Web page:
Moderna Vaccine to Start Arriving Thursday

YERUSHALAYIM -
A man receives a vaccination against the coronavirus in Ashdod, Monday. (Reuters/Amir Cohen)

After conflicting official statements about when the Moderna coronavirus vaccine will arrive in Israel, Israeli Prime Minister Binyamin Netanyahu‏‏ has confirmed that the first deliveries will start arriving on Thursday.

“A few days ago I spoke with Moderna CEO Stéphane Bancel, and tomorrow the first shipment of Moderna vaccines is scheduled to arrive in Israel,” Netanyahu said in a video message released Wednesday evening.

Previously, the vaccines were said to be scheduled to begin arriving either in late January or as late as March.

Netanyahu said the doses, which are expected to amount to around 120,000, would be given to people who are unable to come to the health funds for vaccination, such as home-bound individuals.

“I am working to bring millions of additional vaccines to the citizens of Israel so that we can get out of the coronavirus once and for all,” the prime minister said.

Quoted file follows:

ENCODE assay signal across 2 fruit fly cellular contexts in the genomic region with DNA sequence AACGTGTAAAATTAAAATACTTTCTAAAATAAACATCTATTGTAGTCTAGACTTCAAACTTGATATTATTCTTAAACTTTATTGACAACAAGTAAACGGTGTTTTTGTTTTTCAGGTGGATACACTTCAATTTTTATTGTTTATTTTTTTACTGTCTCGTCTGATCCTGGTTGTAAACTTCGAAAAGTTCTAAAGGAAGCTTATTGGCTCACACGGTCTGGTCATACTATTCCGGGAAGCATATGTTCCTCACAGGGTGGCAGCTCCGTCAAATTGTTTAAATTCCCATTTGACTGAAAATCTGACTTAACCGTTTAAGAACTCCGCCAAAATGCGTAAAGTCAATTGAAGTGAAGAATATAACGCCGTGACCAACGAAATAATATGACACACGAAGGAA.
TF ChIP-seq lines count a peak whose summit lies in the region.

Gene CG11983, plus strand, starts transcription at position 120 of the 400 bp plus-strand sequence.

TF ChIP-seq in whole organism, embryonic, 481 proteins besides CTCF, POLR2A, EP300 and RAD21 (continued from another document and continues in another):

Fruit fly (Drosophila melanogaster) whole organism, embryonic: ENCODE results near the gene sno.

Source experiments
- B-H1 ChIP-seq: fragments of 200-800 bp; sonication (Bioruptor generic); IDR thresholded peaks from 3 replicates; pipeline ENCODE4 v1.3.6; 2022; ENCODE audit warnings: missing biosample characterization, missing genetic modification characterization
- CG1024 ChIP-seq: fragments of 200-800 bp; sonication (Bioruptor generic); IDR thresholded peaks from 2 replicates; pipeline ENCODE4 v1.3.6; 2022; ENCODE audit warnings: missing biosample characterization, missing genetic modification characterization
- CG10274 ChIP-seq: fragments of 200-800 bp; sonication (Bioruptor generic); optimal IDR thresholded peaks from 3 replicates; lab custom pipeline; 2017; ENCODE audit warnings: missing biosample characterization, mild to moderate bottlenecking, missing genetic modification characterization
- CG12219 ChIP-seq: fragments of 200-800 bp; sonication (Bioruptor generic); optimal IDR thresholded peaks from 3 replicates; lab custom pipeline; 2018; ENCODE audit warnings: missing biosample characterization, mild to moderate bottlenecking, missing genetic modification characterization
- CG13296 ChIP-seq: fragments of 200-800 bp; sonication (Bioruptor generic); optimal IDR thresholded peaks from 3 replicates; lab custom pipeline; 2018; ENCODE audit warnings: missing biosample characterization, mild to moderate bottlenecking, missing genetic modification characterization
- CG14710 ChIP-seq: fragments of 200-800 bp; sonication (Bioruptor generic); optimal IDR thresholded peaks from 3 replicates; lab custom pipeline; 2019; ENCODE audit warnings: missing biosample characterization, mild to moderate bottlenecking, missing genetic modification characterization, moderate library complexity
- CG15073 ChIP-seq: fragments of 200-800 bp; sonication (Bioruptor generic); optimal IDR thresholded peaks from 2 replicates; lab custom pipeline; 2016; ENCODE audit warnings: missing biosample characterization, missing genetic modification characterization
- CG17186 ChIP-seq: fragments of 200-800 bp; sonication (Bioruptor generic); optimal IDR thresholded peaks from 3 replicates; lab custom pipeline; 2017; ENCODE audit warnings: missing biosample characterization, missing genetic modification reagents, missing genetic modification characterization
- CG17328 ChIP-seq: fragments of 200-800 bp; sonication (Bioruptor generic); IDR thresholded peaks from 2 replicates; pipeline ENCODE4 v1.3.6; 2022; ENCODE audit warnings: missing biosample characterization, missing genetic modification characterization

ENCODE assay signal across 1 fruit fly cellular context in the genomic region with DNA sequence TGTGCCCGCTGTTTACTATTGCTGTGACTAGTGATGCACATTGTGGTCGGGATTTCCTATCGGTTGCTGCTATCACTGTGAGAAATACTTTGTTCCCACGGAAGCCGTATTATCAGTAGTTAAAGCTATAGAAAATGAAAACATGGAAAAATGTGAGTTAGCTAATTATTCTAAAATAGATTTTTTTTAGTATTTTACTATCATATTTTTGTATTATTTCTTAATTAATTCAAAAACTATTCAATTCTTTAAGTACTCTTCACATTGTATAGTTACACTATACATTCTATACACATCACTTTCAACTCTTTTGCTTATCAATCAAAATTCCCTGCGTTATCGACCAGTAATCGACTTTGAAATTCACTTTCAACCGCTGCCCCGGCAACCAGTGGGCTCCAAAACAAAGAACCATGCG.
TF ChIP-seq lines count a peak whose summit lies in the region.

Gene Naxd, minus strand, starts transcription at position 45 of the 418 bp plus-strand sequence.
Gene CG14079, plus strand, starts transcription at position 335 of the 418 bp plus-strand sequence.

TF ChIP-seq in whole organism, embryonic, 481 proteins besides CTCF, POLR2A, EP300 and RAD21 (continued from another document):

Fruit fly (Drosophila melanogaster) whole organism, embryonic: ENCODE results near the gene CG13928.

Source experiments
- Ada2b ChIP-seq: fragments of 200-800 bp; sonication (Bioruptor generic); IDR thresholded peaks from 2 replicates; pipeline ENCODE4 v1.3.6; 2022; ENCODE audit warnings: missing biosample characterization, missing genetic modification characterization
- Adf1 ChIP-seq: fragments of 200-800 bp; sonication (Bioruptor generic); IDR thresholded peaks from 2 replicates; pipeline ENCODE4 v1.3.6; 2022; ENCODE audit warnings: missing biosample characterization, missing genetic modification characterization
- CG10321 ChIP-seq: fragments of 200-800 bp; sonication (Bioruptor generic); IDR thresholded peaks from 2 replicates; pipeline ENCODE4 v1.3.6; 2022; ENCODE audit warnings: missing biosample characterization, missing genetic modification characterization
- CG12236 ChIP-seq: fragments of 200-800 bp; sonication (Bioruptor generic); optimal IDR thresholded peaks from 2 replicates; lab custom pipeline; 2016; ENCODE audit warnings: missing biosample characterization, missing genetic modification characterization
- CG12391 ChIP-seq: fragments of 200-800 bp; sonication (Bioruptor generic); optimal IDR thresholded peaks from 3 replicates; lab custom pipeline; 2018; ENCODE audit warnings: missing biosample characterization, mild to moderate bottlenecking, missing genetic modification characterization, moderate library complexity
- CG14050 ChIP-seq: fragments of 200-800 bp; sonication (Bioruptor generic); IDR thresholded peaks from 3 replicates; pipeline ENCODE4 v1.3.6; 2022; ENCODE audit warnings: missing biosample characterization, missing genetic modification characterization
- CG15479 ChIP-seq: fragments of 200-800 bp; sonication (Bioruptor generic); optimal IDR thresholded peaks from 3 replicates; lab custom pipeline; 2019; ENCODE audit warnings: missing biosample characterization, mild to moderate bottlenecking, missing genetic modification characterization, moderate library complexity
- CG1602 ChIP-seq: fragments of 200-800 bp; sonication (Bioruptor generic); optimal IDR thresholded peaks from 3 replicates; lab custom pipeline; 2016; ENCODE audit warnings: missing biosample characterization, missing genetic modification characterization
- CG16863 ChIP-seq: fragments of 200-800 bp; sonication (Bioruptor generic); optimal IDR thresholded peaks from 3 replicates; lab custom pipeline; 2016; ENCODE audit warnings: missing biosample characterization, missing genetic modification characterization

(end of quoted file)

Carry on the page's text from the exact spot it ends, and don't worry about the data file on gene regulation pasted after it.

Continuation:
Overnight Monday, Moderna announced that the Health Ministry had authorized its COVID-19 vaccine, adding that the “Ministry of Health of Israel has secured 6 million doses and first deliveries [are] expected to begin in January.”

Israel ordered six million doses of the company’s mRNA vaccine, sufficient to inoculate three million people.

Moderna’s CMO Tal Zaks told N12 on Wednesday evening that although it was against company policy to disclose the amount of shipments, he said that “we have been in close contact with the Israeli Health Ministry for many months” and “we were very clear about what we will have available and what we expect the quantities to be in the coming weeks and months. Now it’s just a matter of production.”

“However fast we can deliver [the vaccines], that is how fast we will deliver them.”